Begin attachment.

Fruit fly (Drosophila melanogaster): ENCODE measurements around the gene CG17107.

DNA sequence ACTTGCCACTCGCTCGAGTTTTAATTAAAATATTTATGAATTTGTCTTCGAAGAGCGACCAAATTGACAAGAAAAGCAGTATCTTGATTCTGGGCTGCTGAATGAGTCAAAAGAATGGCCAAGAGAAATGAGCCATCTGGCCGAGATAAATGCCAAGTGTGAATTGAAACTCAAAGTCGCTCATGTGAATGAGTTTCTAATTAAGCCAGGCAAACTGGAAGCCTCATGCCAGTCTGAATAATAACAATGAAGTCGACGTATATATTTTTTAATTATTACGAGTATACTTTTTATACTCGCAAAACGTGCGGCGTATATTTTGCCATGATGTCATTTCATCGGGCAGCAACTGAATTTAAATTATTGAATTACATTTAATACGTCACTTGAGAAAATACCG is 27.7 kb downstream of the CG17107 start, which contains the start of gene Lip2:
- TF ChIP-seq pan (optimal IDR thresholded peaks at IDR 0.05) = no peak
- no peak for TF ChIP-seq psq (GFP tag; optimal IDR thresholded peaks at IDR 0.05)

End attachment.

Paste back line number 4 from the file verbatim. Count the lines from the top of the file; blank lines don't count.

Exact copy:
- no peak for TF ChIP-seq psq (GFP tag; optimal IDR thresholded peaks at IDR 0.05)